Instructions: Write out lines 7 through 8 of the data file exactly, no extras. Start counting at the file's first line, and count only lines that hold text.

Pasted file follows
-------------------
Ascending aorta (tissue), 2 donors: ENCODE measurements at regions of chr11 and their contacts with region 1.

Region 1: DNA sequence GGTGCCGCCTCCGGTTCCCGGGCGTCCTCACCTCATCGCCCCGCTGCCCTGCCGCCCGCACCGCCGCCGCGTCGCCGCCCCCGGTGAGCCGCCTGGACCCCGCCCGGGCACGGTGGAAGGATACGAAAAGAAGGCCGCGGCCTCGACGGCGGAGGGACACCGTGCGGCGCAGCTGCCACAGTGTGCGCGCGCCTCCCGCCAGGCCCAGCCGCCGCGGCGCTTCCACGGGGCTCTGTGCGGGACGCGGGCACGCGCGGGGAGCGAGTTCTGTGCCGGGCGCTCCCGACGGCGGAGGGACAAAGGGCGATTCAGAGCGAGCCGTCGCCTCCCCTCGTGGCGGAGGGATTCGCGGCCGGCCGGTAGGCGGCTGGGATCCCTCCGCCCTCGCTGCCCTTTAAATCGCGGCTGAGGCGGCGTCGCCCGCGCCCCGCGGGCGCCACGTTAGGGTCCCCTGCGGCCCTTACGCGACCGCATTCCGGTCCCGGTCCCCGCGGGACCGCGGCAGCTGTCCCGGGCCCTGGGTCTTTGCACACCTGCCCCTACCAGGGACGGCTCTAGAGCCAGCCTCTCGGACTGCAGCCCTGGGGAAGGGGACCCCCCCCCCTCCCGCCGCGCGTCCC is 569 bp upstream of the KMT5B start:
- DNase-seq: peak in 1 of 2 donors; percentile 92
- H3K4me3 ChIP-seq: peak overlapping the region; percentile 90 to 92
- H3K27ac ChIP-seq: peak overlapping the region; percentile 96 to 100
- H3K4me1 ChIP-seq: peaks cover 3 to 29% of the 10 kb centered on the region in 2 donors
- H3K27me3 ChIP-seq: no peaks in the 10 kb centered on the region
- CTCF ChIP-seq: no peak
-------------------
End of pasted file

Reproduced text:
- H3K27me3 ChIP-seq: no peaks in the 10 kb centered on the region
- CTCF ChIP-seq: no peak